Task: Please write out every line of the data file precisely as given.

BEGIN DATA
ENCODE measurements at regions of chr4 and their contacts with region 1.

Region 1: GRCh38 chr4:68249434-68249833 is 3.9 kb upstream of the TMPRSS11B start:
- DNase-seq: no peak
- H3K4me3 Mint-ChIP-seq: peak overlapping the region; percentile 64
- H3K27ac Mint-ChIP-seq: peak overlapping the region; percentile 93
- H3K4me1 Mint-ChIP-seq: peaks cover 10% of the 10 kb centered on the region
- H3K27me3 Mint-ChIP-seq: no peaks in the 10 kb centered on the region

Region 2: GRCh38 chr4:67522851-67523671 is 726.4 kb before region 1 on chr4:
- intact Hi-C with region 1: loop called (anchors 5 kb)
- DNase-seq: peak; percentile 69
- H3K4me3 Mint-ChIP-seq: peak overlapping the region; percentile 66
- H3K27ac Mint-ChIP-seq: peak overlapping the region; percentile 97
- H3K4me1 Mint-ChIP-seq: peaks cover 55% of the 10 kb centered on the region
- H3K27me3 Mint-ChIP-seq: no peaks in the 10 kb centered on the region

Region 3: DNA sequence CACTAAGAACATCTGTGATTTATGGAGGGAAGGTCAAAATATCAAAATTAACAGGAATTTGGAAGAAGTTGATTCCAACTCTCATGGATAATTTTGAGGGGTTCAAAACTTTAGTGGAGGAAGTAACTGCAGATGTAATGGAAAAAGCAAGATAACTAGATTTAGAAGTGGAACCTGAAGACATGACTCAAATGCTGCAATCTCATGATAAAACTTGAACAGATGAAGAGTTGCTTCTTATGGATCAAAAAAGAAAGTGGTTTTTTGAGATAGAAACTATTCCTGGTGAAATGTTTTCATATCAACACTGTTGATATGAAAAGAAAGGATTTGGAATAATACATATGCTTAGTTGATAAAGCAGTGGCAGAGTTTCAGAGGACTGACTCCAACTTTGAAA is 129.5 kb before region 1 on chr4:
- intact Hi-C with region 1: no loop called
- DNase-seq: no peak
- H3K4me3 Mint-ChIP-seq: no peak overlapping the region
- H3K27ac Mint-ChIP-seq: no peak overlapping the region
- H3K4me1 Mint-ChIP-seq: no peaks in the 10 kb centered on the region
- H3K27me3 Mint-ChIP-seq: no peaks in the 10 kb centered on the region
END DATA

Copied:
ENCODE measurements at regions of chr4 and their contacts with region 1.

Region 1: GRCh38 chr4:68249434-68249833 is 3.9 kb upstream of the TMPRSS11B start:
- DNase-seq: no peak
- H3K4me3 Mint-ChIP-seq: peak overlapping the region; percentile 64
- H3K27ac Mint-ChIP-seq: peak overlapping the region; percentile 93
- H3K4me1 Mint-ChIP-seq: peaks cover 10% of the 10 kb centered on the region
- H3K27me3 Mint-ChIP-seq: no peaks in the 10 kb centered on the region

Region 2: GRCh38 chr4:67522851-67523671 is 726.4 kb before region 1 on chr4:
- intact Hi-C with region 1: loop called (anchors 5 kb)
- DNase-seq: peak; percentile 69
- H3K4me3 Mint-ChIP-seq: peak overlapping the region; percentile 66
- H3K27ac Mint-ChIP-seq: peak overlapping the region; percentile 97
- H3K4me1 Mint-ChIP-seq: peaks cover 55% of the 10 kb centered on the region
- H3K27me3 Mint-ChIP-seq: no peaks in the 10 kb centered on the region

Region 3: DNA sequence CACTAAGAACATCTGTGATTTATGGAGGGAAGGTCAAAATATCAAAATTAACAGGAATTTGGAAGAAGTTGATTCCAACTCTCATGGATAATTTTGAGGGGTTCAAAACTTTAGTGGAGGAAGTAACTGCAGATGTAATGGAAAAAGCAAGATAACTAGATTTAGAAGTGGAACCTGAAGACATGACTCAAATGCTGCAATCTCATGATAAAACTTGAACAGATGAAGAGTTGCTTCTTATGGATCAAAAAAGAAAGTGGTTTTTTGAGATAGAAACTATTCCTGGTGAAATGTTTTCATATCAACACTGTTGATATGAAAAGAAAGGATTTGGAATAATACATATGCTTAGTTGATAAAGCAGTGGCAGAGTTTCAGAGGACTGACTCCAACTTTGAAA is 129.5 kb before region 1 on chr4:
- intact Hi-C with region 1: no loop called
- DNase-seq: no peak
- H3K4me3 Mint-ChIP-seq: no peak overlapping the region
- H3K27ac Mint-ChIP-seq: no peak overlapping the region
- H3K4me1 Mint-ChIP-seq: no peaks in the 10 kb centered on the region
- H3K27me3 Mint-ChIP-seq: no peaks in the 10 kb centered on the region